Ritalin and Depression

Recently I heard of a person being prescribed and antidepressant and Ritalin for depression. The problem is, Ritalin is a stimulant, and depression that manifests in irritation or rageful outbursts is exacerbated by it. A quick search on Ritalin and depression led me to the article, Attention Deficit Disorder and Medication: The Basics, which states:

Sometimes medication failure is due to lack of communication between patient and doctor (and sometimes school). The doctor, patient and family should be clear about exactly which symptoms they expect the medication to treat. Patients should ask questions. They should inform the doctor if there are side effects or if the medication does not seem to be working.

If medication is still not working as expected, it may be time to re-evaluate the diagnosis. Individuals with ADHD may also have other disorders at the same time. Anxiety and depression may superficially resemble ADHD. Occasionally a medical illness may masquerade as a psychiatric condition.

Medication can only take the individual part of the way to recovery. Therapy, community support, coaching and the individuals own determination are important parts of treatment.

Further searching brought me to the transcript of a t.v. interview caled Senior Depression: Healthy For Life from the Eyewitness News Newsroom. The doctor, Helen Lavretsky, M.D., (a geriatric psychiatrist at UCLA), stated:

Normally, an individual who is with geriatric depression, late life depression, responds or shows some signs of improvement in depression after weeks to months of active treatment.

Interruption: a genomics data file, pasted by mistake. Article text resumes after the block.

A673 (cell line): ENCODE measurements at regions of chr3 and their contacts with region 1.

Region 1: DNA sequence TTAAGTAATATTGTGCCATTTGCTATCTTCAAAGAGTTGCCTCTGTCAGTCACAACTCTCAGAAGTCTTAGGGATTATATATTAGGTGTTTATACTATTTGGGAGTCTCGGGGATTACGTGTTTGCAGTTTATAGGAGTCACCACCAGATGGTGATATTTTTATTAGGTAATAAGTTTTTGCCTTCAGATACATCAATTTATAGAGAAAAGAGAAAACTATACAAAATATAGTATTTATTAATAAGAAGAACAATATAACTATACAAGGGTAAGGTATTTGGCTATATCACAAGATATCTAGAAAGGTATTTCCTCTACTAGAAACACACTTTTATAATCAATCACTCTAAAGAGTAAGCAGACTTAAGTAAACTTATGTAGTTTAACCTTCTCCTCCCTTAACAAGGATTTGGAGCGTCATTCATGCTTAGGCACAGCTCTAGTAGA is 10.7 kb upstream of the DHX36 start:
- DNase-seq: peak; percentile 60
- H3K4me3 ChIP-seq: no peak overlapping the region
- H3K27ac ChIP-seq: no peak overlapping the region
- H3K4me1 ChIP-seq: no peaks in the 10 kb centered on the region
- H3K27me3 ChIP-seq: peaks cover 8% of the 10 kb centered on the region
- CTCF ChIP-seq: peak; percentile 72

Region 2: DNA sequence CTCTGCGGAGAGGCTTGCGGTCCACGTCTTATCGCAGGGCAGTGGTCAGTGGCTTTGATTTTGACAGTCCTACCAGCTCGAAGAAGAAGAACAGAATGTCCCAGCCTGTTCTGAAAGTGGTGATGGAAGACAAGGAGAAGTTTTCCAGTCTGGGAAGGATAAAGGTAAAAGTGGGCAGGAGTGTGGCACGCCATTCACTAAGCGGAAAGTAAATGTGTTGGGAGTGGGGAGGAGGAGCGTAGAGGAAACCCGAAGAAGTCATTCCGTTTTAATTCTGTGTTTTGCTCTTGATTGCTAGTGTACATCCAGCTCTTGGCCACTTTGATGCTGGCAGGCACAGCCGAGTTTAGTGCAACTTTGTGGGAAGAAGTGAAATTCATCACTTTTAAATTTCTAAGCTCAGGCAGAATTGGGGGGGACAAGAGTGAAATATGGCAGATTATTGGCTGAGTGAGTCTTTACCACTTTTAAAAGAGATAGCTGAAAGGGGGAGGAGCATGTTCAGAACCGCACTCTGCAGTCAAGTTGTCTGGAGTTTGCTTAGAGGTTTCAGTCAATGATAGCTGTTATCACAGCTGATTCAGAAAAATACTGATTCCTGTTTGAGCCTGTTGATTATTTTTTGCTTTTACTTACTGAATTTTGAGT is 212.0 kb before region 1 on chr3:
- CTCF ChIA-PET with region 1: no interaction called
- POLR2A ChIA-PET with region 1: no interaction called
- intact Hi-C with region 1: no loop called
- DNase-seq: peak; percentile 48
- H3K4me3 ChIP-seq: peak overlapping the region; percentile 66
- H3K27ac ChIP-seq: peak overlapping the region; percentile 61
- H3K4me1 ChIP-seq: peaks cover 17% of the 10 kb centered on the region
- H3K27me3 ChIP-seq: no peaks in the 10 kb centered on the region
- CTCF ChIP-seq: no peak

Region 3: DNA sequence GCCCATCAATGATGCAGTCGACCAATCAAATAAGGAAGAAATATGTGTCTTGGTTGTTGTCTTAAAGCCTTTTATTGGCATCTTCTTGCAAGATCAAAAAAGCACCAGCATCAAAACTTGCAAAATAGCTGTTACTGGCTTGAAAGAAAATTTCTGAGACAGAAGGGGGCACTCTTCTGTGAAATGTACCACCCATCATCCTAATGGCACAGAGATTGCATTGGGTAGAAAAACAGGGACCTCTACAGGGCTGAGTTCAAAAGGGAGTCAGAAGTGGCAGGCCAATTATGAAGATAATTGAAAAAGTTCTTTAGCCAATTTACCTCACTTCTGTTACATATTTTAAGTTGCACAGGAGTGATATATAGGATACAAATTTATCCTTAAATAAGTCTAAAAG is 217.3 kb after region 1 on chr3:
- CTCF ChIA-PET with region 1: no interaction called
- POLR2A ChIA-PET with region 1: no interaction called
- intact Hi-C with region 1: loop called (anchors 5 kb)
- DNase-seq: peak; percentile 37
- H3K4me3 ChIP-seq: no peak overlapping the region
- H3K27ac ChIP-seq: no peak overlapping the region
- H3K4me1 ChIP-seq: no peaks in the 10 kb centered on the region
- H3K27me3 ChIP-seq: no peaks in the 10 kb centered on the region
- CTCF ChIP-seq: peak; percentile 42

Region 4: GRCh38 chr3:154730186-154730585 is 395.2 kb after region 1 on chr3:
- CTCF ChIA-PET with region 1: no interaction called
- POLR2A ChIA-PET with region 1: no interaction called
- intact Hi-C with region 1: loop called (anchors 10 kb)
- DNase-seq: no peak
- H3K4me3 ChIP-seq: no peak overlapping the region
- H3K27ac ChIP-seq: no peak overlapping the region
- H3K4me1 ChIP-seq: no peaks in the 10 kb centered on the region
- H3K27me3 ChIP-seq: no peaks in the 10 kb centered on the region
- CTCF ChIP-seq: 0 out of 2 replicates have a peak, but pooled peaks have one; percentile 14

In order to provide faster effect, she prescribes low doses of ritaling to “kick start the effects of anti-depressants in her patients.” She “treated 21 elderly patients with ritalin, along with their traditional anti-depressants. Many felt better in as little as 72 hours.”

However, she noted that the energizing effect of ritalin is brief. By prescribing this with antidepressants, the goal is that the efficacy of the antidepressants will have taken root when the ritalin effect wanes.

In any medical situation, it is in your best interest to be curious, ask questions, and do your research. Learn what your medicine is for and the various effects it has (including side-effects). Check with your doctor to learn what foods and medicines (over the counter or prescription) are contraindicated — that is, could cause a toxic reaction if the medicine is combined with that other substance.

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One Comment on “Ritalin and Depression”

  1. mike Says:

    When I took anti-depressants (seroxat) i found it did not have the effect i was hoping for. Yes, my anxiety and fear of failure etc. are gone most of the time, but I was so tired I could sleep all day, could not concentrate on my work etc. Then to be able to reach a deadline I took some speed (I had been taking it prior to taking a.d. as a form of self-medication I guess) and the combination is great, because the I have no speed-dip of paranoia that come with the longer use of it, and i am energetic and alert. So I did not wurprise me to read that ritalin (which is similar to speed) was being described for depression! Also i was thinking maybe i need an a.d. that is not working solely on serotonin but also on noradraline/dopamine such as Efexor or something.